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Scientists have built a robot that makes rats depressed. Yay, science?

ratYou’d be forgiven for assuming that the life of a lab rat is likely an unhappy one. Cooped up in a small space, living an uncertain existence where the only definite fact about the future is that it will include prodding, pain, and likely death in the name of medical science. For one set of rats in Japan, life is even more bleak, and it’s all because of one new addition to the cage: A robot rat created with the express intent of depressing real rats nearby.

The depressing robot rat was created by scientists at Waseda University in Tokyo, Japan, and goes by the suitably-unexciting name of “WR-3.” The origin of the name is far more straightforward than one might suspect: It’s the third artificial rat created at Waseda, so Waseda Rat 3 = “WR-3.” Fully mobile and remote controlled, WR-3 aims to induce stress and depression in lab animals, thereby creating scenarios where the effects of new drugs to treat depression and other psychological conditions can be more successfully measured. After all, without a robot rat there to ensure that the test subjects were really depressed, how would we really know that an improved mood would be down to the medicine, and not just an unusually good day in ratland?

As for WR-3’s preferred method of depression induction and psychological terror, it’s apparently been arrived at through a process of trial and error. According to a report in New Scientist, the Waseda team – led by Hiroyuki Ishii – tested the robot on two different groups of 12 rats, with differing approaches. Both groups were essentially stressed by the robot continuously over a five day period, although the definition of “continuously” differs in each case; the first group underwent literal continuous attack by WR-3, with the robot harassing the rodents non-stop over the entire period, whereas the second group were subject to harassment only if they moved, and the motion was picked up by motion sensors regardless of whether WR-3 was activated.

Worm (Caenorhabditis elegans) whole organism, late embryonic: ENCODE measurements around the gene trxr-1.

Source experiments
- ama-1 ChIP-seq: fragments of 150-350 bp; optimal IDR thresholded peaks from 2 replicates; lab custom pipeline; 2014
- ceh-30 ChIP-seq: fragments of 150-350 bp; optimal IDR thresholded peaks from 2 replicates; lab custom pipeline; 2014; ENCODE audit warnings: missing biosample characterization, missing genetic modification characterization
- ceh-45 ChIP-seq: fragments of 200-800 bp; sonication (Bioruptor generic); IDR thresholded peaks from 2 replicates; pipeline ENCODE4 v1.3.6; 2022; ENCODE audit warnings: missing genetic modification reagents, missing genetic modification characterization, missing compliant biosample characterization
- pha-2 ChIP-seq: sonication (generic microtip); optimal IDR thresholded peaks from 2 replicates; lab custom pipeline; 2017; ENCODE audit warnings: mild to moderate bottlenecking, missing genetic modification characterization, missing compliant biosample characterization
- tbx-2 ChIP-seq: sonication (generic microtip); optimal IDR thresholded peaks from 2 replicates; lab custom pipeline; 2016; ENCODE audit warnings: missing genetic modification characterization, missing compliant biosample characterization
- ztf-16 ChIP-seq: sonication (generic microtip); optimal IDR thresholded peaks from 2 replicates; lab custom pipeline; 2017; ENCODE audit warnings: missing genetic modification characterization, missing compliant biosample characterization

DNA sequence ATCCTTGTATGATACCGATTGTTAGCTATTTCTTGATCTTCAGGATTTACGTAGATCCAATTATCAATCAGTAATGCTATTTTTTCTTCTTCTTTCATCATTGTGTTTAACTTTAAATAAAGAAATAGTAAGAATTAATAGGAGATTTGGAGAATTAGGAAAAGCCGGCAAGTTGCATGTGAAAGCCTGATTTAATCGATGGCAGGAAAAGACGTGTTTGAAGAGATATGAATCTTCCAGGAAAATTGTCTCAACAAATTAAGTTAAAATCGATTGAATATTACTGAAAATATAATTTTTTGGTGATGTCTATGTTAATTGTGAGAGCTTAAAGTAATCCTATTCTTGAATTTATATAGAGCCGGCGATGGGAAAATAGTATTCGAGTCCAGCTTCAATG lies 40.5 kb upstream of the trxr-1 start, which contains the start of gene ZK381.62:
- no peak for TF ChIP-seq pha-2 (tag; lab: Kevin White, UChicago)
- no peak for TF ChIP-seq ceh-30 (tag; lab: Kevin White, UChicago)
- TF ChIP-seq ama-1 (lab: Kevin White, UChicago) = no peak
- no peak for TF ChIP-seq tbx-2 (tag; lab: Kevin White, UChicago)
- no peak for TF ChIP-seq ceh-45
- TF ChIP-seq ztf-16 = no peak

Theoretically, the two groups tested if a depressed rat is more likely to remain immobile. After the five day period, both groups were allowed to rest for some weeks before WR-3 was re-introduced into their environment, with the reaction of both groups being measured for differences. As it turned out, the robot generated the biggest depression the second time around in those that had been constantly harassed in earlier life.

Perhaps most worryingly about this is the next step in the testing process: Ensuring the connection between human and rat test subjects. Who is up for being constantly chased by a robot for five days, to see whether or not you get depressed weeks later? Come on, it’s all in the name of science.

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Graeme McMillan
Former Digital Trends Contributor
A transplant from the west coast of Scotland to the west coast of America, Graeme is a freelance writer with a taste for pop…
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